The Art of My Scars is a documentary that focuses on Kay J Browning, a transgender man from Tiverton, Devon (the director’s hometown), and how he utilises various art forms as a form of expression to communicate his pain and life story.
I agreed to edit James’ documentary a few months back as I thought it would be an interesting challenge to edit a documentary as I have never really cut one together before, especially a documentary such as James’ which is quite unique and hard to categorise as far as documentaries go.
Throughout the editing process, James had a very clear idea of how he wanted to visually represent the three different period’s of Kay’s life which greatly helped me try and figure out how best to make the three segments mesh well together. The very fact that James had such a strong idea of what he wanted was invaluable to me as his editor as when I was unsure of how to cut a certain sequence together, James’ input greatly helped me figure out what I was I needed to do.
The two most challenging sequences to cut together were the hip-hop sequence in the middle and the dance sequence at the end. Both sequences required a lot of fast editing, but that wasn’t the major problem. One of the problems I had encountered whilst cutting these scenes together was that there were either inconsistencies in the quality of the shots (some shots out of focus, shaky cam etc.) or there were inconsistencies in the performances of the subject which made match-cutting in time to the music a nightmare. This was made doubly hard in cutting the hip-hop sequence together as I had to cut that performance together whilst showing as little of Kay’s face as possible so there were other angles that were better in terms of performance and shot quality that I could not use because it showed too much of his face.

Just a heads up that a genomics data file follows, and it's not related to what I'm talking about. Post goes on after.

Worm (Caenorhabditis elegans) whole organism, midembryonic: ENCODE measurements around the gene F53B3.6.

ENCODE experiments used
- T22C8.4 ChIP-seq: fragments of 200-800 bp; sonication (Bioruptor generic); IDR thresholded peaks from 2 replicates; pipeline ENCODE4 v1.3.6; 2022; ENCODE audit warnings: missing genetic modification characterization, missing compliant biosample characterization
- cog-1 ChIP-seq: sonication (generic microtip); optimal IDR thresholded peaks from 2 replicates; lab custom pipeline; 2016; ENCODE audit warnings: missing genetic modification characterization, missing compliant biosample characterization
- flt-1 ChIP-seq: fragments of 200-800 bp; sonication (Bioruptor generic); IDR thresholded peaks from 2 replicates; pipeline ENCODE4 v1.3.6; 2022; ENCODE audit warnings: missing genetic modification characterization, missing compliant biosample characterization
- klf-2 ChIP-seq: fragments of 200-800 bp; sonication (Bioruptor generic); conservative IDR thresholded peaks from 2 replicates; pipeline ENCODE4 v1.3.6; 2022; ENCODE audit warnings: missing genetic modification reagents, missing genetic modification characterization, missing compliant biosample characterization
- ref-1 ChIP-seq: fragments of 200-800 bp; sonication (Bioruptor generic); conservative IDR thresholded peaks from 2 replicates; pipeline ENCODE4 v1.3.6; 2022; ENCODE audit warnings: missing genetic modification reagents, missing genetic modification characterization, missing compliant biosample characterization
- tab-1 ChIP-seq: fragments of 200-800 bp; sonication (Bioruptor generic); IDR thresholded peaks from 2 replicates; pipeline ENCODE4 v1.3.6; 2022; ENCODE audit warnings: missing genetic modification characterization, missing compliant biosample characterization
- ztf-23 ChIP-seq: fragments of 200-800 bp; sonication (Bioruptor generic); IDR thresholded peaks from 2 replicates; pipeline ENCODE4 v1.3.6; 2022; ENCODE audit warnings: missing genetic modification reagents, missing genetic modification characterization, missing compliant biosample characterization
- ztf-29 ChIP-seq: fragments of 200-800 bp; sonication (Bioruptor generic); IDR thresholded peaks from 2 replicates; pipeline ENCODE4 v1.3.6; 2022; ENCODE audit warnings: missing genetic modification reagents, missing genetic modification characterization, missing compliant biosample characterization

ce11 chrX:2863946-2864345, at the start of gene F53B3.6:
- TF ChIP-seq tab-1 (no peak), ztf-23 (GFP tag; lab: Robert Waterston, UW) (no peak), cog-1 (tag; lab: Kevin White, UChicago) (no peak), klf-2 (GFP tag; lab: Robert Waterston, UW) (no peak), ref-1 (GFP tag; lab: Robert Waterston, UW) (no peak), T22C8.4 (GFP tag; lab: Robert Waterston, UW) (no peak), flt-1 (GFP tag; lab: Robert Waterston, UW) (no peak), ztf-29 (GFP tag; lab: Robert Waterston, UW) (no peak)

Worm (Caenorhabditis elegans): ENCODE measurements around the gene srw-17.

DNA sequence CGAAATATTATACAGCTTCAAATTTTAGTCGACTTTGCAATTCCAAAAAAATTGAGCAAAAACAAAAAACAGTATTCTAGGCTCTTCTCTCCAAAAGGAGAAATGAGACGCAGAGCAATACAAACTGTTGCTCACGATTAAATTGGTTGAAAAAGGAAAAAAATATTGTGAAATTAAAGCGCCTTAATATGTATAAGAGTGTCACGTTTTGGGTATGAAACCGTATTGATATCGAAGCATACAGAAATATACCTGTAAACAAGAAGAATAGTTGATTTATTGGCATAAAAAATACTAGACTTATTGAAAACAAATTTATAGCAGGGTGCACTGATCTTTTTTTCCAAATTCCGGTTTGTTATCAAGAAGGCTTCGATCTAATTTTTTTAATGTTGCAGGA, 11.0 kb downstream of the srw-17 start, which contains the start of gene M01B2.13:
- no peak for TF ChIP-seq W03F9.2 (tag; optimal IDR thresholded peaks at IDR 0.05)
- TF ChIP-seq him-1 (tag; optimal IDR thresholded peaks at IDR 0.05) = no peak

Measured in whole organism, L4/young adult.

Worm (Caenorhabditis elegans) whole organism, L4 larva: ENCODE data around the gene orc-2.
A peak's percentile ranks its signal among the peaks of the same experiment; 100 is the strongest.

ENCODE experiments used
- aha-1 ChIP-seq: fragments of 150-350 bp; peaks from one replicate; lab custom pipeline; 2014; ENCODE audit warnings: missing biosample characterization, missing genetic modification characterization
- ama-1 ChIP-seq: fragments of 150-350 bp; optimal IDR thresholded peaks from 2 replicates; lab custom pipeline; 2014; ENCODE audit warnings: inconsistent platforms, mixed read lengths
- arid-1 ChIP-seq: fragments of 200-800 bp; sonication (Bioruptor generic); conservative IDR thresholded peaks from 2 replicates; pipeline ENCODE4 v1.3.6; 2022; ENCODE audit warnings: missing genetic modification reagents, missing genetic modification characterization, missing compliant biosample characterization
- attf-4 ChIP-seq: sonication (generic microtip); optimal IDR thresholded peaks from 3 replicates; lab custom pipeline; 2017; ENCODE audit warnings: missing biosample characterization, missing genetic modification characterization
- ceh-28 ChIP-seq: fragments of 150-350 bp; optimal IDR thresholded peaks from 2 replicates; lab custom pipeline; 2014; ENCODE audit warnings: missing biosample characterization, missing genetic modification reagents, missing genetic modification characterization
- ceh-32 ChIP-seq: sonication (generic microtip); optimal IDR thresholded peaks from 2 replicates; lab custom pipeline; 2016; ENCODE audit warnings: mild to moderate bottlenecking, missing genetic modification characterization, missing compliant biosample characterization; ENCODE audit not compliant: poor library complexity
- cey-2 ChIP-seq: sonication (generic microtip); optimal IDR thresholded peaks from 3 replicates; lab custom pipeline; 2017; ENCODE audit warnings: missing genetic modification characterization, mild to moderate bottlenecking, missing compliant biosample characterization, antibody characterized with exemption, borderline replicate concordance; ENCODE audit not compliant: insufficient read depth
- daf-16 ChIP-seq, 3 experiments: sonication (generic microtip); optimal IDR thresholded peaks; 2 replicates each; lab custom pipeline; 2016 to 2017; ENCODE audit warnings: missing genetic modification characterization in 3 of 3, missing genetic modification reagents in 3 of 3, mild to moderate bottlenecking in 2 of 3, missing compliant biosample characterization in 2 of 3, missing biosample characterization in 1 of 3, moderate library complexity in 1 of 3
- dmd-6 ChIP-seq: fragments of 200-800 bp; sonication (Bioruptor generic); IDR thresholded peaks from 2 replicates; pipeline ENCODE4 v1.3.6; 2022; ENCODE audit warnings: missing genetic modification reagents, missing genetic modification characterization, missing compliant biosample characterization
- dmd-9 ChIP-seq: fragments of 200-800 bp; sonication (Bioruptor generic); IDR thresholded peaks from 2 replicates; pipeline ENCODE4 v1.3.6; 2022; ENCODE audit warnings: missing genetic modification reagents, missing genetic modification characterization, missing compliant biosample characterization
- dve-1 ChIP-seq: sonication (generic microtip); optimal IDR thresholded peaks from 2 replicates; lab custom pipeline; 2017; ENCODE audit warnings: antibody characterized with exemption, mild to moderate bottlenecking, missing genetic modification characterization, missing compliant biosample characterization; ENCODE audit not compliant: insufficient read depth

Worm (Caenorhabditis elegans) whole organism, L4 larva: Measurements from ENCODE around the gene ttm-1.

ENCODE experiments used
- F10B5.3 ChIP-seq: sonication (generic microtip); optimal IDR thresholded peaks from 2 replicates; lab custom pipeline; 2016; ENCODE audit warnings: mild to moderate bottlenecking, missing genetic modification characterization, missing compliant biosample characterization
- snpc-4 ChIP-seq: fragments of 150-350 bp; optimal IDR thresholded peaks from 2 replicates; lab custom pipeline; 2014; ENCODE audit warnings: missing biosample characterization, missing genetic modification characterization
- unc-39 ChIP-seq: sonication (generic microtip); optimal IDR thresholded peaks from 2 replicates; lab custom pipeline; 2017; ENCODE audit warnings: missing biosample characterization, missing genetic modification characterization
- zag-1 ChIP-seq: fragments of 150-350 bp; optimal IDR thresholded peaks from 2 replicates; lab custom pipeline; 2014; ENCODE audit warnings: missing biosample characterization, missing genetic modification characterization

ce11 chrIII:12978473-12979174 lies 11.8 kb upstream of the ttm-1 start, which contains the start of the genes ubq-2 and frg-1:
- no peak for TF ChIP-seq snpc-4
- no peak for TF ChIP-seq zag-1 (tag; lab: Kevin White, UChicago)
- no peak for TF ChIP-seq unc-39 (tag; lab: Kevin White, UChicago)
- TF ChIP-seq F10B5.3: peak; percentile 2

The dance sequence was tricky in that the first cut I put together of it, I used a wide angle shot of the dance routine that was shot on the Panasonic GH4 as a master, whilst intercutting it with various other angles that were all shot on the Blackmagic. The end result was a dance sequence where the colour palette of the GH4 shots were drastically different from the shots on the Blackmagic. As I am not that experienced with colour grading, we were unsure as to whether or not we could get the footage from both cameras to match visually so we decided to abandon the GH4 shots and focus on cutting together a dance sequence using only the Blackmagic shots. The end result for this was a poorer cut compared to the one with the GH4 shots as the quality of the dancer’s performances were much better and sharper in the GH4 wide shots than the Blackmagic wide ones.
After getting some technical assistance from Anna Barsukova and conducting a colour grade test between the GH4 and Blackmagic footage, we realised that we could in fact grade it to make the shots match. This freed me up to recut the dance sequence using the GH4 shots and the final result ended up with a much faster and smoother cut of the dance sequence as I had more angles to cut to.
All in all, I am very pleased with the final outcome of the film, especially with the positive response to the film people gave at both the rough cut and fine cut screenings. I have learned a lot about editing and storytelling through editing this documentary and hope that I’ll be able to utilise the skills and experience I have gained working on this project in any future projects that I edit.